For a discussion of the addition of accidentals to early music see Musica ficta; see also...

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Table 1

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Accidentals

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Accidentals notated with dots under the notes (bar 1), or ordinary accidental signs next to the notes (bar 5), fairly close to them (end of bar 1, bass line) or above them (final bar) (‘Intabolatura nova di … balli’; Venice: Antonio Gardane, 1551)

Reproduced by permission of Stainer & Bell Ltd, London. England...

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Edward Foley

revised by Joseph Dyer

(Lat. acclamatio, clamor, conclamatio, laudatio, laus, vox Gk. euphēmia, euphēmēsis, phēmē, polychronion, polychronisma).

A corporate shout or public cry of affirmation or dissent; also in a religious context a fervent expression of praise, invocation or supplication. Common to many performative contexts across a broad range of traditions and at times accompanied by gestures, acclamations became particularly important in political and religious rituals in East and West. Originating as spontaneous calls, some evolved into standardized formulae with fixed texts, occasionally with set music.

A ruler’s ascent in the ancient world was often accompanied by acclamations; evidence survives from the Middle East, Greece and Egypt (Klauser). Biblical evidence possibly reflecting practice in the 9th century bce reveals that newly appointed monarchs were saluted with ‘yeḥi ha-melekh!’ (‘Long live the King!’, 1 Samuel x.24). Rulers in antiquity were also greeted with acclamations during royal entrances, especially after victory (1 Samuel xviii.7). The accusers of Daniel and his companions addressed King Nebuchadnezzar with the acclamation ‘O king, live forever’ (...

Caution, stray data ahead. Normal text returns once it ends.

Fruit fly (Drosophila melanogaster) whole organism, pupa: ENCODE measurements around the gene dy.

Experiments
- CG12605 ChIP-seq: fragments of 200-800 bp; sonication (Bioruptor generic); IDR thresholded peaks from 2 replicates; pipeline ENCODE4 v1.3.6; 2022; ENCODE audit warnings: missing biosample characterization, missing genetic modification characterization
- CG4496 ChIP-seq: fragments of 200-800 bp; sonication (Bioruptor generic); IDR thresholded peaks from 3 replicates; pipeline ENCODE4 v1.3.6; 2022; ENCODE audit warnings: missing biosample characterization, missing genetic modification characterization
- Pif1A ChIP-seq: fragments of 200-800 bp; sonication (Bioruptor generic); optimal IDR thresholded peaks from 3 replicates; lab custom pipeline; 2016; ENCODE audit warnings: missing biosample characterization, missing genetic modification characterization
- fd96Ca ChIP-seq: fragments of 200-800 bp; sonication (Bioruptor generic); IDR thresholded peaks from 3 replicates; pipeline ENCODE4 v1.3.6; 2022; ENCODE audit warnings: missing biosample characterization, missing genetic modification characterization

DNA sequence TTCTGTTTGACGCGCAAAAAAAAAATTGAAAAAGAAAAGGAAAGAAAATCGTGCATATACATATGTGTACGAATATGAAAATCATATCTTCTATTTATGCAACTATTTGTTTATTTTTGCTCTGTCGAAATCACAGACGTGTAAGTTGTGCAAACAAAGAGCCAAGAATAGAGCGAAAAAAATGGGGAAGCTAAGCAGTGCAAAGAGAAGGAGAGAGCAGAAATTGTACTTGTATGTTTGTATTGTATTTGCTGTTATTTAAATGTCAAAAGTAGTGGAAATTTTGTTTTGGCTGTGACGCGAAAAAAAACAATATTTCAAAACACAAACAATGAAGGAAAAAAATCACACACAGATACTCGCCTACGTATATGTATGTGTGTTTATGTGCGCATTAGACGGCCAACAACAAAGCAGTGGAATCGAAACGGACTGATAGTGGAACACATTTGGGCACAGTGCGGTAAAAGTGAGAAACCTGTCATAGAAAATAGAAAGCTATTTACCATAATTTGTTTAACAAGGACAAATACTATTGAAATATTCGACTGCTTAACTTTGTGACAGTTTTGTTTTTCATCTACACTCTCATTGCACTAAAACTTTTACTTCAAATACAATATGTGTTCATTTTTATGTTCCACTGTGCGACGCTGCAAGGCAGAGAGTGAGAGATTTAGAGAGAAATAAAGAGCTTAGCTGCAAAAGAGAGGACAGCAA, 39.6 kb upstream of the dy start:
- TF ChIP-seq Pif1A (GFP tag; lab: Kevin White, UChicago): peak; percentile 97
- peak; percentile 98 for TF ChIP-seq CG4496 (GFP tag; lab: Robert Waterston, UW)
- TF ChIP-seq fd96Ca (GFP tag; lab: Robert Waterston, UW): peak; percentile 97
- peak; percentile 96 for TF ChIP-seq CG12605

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Jack Westrup and David Fallows

(It.: ‘accompanied’; past participle of accompagnare).

A short term for recitativo accompagnato, i.e. Recitative accompanied by the orchestra with expressive motifs, equivalent to recitativo obbligato. It is often used to designate a dramatically important scene, often a soliloquy (e.g. ‘Abscheulicher’ in Fidelio), which is usually followed by an aria. Handel used the term both in the strict sense of recitative, where the accompaniment allows the singer freedom (e.g. ‘O notte’ in ...

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Michelle Fillion

A term used to describe 18th-century chamber music with a substantially or fully written-out keyboard part and one or more accompanying instrumental parts. 18th-century sources most often designated these works by such terms as sonata, trio, terzetto, or divertimento for harpsichord or, simply, keyboard (later with the option of fortepiano), ‘with the accompaniment of’ or ‘that can be played with’ a violin (or flute), with or without cello. The accompanying parts could also be optional (ad libitum), resulting in the popular commercial practice of arranging solo sonatas as accompanied works. Larger ensemble scorings, especially the concerto-inspired grouping for keyboard instrument, two violins and bass, were also possible. Accompanied keyboard music is the direct ancestor of 19th-century chamber music with keyboard, especially the sonata for piano and violin and the piano trio.

To limit the genre to sonatas for fully written-out keyboard (without patches of continuo) and subsidiary or optional accompaniment is to capture only a segment of this vast and heterogeneous repertory. The genre appears concurrently with and as a manifestation of the rise of the harpsichord as a solo instrument, in a sense as a corrective to its purely supportive role in the Baroque sonata for melody instrument and continuo. As the small-ensemble counterpart to the emerging keyboard suite, sonata and solo concerto, accompanied keyboard music bore the stylistic marks of these three genres for decades. The solo sonata with continuo accompaniment, however, played virtually no role in its development; both genres were cultivated independently into the second half of the century, often by the same composer (e.g. C.P.E. Bach), before the continuo sonata disappeared with the demise of the thoroughbass tradition....